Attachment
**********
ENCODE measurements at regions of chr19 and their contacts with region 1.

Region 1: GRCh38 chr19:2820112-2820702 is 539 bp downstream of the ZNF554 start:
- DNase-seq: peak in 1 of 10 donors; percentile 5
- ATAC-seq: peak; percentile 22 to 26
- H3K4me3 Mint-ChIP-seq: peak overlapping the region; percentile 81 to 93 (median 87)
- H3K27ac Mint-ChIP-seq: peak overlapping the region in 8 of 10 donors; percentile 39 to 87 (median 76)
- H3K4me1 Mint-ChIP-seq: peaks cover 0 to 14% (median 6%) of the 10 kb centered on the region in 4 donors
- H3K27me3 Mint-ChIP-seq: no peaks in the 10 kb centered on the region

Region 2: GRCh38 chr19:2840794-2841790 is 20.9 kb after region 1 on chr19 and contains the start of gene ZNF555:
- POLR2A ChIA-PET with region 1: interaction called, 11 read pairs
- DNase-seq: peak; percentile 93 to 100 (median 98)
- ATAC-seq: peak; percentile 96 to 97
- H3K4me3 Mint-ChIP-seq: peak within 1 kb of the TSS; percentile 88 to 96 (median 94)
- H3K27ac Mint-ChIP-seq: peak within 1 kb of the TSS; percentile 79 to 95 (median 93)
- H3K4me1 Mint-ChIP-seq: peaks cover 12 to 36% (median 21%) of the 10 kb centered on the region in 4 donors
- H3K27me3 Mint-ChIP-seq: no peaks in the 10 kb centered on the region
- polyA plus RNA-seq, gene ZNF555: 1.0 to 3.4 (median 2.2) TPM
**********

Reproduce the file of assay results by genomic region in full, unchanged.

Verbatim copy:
ENCODE measurements at regions of chr19 and their contacts with region 1.

Region 1: GRCh38 chr19:2820112-2820702 is 539 bp downstream of the ZNF554 start:
- DNase-seq: peak in 1 of 10 donors; percentile 5
- ATAC-seq: peak; percentile 22 to 26
- H3K4me3 Mint-ChIP-seq: peak overlapping the region; percentile 81 to 93 (median 87)
- H3K27ac Mint-ChIP-seq: peak overlapping the region in 8 of 10 donors; percentile 39 to 87 (median 76)
- H3K4me1 Mint-ChIP-seq: peaks cover 0 to 14% (median 6%) of the 10 kb centered on the region in 4 donors
- H3K27me3 Mint-ChIP-seq: no peaks in the 10 kb centered on the region

Region 2: GRCh38 chr19:2840794-2841790 is 20.9 kb after region 1 on chr19 and contains the start of gene ZNF555:
- POLR2A ChIA-PET with region 1: interaction called, 11 read pairs
- DNase-seq: peak; percentile 93 to 100 (median 98)
- ATAC-seq: peak; percentile 96 to 97
- H3K4me3 Mint-ChIP-seq: peak within 1 kb of the TSS; percentile 88 to 96 (median 94)
- H3K27ac Mint-ChIP-seq: peak within 1 kb of the TSS; percentile 79 to 95 (median 93)
- H3K4me1 Mint-ChIP-seq: peaks cover 12 to 36% (median 21%) of the 10 kb centered on the region in 4 donors
- H3K27me3 Mint-ChIP-seq: no peaks in the 10 kb centered on the region
- polyA plus RNA-seq, gene ZNF555: 1.0 to 3.4 (median 2.2) TPM